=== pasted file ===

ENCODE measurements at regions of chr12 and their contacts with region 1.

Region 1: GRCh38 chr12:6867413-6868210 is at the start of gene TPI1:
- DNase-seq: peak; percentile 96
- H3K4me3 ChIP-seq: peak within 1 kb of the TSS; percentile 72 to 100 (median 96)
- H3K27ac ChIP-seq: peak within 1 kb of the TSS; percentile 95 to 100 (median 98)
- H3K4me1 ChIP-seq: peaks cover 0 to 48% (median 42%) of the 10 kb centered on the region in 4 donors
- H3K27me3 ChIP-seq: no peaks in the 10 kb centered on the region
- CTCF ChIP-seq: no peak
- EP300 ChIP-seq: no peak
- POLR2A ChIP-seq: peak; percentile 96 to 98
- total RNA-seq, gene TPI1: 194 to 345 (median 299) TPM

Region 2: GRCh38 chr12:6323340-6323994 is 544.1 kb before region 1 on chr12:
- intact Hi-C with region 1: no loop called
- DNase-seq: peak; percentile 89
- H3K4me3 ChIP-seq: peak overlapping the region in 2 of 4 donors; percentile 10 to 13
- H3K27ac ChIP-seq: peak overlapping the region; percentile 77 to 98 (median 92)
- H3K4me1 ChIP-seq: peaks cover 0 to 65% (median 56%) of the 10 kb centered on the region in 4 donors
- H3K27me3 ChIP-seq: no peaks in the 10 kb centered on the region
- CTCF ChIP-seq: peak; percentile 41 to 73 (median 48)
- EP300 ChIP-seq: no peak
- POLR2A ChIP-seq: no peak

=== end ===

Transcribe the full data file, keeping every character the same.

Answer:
ENCODE measurements at regions of chr12 and their contacts with region 1.

Region 1: GRCh38 chr12:6867413-6868210 is at the start of gene TPI1:
- DNase-seq: peak; percentile 96
- H3K4me3 ChIP-seq: peak within 1 kb of the TSS; percentile 72 to 100 (median 96)
- H3K27ac ChIP-seq: peak within 1 kb of the TSS; percentile 95 to 100 (median 98)
- H3K4me1 ChIP-seq: peaks cover 0 to 48% (median 42%) of the 10 kb centered on the region in 4 donors
- H3K27me3 ChIP-seq: no peaks in the 10 kb centered on the region
- CTCF ChIP-seq: no peak
- EP300 ChIP-seq: no peak
- POLR2A ChIP-seq: peak; percentile 96 to 98
- total RNA-seq, gene TPI1: 194 to 345 (median 299) TPM

Region 2: GRCh38 chr12:6323340-6323994 is 544.1 kb before region 1 on chr12:
- intact Hi-C with region 1: no loop called
- DNase-seq: peak; percentile 89
- H3K4me3 ChIP-seq: peak overlapping the region in 2 of 4 donors; percentile 10 to 13
- H3K27ac ChIP-seq: peak overlapping the region; percentile 77 to 98 (median 92)
- H3K4me1 ChIP-seq: peaks cover 0 to 65% (median 56%) of the 10 kb centered on the region in 4 donors
- H3K27me3 ChIP-seq: no peaks in the 10 kb centered on the region
- CTCF ChIP-seq: peak; percentile 41 to 73 (median 48)
- EP300 ChIP-seq: no peak
- POLR2A ChIP-seq: no peak